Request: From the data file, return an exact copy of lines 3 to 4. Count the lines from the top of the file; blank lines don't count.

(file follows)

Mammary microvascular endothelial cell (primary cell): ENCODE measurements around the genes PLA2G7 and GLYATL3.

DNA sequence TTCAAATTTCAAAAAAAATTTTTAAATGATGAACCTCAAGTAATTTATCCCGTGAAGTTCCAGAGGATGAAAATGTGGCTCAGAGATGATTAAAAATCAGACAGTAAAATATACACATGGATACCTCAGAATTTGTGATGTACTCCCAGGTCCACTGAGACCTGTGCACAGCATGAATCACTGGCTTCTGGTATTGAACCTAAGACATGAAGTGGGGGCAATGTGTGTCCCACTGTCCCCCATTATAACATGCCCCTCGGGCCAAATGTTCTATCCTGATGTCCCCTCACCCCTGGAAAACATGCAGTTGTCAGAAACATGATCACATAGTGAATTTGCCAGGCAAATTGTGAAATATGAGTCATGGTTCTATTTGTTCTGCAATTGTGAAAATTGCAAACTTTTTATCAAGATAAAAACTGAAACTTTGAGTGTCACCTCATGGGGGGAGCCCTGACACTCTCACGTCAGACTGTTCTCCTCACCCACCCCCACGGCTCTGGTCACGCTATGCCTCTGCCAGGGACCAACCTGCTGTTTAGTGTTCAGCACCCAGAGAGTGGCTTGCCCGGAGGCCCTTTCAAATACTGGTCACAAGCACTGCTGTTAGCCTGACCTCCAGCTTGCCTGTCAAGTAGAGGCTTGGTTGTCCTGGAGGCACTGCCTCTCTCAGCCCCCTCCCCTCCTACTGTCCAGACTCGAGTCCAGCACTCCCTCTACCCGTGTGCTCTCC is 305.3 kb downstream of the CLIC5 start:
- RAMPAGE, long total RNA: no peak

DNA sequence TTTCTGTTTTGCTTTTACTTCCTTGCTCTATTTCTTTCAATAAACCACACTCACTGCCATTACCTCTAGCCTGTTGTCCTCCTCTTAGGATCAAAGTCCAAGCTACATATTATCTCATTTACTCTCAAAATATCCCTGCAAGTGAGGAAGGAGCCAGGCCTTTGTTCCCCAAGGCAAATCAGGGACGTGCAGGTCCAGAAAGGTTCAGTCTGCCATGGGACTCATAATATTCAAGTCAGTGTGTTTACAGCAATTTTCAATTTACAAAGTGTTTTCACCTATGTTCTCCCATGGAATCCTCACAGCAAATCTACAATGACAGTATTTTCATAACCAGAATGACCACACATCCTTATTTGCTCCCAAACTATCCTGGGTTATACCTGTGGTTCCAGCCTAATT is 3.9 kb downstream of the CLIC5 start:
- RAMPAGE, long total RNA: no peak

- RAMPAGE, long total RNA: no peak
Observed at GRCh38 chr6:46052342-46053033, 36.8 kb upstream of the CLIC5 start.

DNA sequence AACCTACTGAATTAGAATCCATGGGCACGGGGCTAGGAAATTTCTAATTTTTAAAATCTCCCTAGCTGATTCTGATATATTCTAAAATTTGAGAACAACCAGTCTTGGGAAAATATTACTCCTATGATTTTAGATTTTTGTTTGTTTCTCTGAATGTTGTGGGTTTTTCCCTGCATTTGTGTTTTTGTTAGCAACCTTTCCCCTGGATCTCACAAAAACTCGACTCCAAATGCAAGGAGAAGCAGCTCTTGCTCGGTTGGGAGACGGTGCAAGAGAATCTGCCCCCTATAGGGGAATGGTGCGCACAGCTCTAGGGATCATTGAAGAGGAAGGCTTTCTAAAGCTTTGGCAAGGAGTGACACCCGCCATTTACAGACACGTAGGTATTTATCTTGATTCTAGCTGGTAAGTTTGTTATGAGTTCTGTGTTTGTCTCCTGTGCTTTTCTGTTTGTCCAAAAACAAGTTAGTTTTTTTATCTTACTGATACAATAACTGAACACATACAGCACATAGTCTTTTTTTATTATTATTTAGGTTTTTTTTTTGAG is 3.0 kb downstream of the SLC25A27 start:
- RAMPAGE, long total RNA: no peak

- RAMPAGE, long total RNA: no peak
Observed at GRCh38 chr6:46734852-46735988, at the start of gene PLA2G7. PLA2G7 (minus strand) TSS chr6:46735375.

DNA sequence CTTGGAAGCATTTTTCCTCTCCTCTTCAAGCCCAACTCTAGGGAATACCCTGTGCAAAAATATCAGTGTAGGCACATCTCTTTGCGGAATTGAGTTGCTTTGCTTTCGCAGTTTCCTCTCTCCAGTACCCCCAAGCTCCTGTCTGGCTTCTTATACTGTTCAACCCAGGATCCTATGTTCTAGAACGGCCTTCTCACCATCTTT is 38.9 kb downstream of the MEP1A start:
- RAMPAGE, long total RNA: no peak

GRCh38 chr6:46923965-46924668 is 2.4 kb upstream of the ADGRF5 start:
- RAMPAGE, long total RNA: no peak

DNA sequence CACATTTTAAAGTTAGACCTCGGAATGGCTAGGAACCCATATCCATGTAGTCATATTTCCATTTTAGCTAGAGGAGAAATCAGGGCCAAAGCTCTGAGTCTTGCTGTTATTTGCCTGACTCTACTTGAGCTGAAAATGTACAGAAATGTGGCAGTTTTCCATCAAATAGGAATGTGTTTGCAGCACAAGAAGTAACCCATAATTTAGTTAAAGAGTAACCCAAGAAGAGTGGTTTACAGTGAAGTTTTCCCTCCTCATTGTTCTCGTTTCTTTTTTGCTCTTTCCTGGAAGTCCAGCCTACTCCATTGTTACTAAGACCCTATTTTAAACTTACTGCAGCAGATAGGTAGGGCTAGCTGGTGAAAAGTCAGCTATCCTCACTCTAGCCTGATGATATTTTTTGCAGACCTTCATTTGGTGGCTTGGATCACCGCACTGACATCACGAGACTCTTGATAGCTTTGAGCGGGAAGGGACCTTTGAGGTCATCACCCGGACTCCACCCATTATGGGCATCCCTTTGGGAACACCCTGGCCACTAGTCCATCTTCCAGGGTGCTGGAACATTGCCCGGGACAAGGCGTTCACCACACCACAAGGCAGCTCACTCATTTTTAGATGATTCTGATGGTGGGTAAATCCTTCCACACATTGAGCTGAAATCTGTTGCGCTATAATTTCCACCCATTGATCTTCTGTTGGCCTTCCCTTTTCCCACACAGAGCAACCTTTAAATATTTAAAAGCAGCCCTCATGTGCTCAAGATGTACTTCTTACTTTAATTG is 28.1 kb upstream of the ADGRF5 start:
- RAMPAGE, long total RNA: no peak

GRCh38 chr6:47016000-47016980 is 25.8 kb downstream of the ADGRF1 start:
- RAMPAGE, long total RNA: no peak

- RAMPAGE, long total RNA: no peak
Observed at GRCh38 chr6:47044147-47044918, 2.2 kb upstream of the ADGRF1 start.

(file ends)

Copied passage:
- RAMPAGE, long total RNA: no peak

DNA sequence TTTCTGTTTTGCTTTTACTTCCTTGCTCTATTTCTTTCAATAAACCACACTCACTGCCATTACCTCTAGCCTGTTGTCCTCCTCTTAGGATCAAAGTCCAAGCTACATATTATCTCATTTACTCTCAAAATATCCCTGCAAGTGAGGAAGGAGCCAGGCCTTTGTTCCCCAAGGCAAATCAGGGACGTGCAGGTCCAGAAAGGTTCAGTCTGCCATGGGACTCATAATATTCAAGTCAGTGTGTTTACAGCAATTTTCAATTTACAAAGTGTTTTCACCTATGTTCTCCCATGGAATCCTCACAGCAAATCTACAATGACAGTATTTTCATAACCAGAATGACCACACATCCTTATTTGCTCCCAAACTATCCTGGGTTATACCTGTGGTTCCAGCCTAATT is 3.9 kb downstream of the CLIC5 start: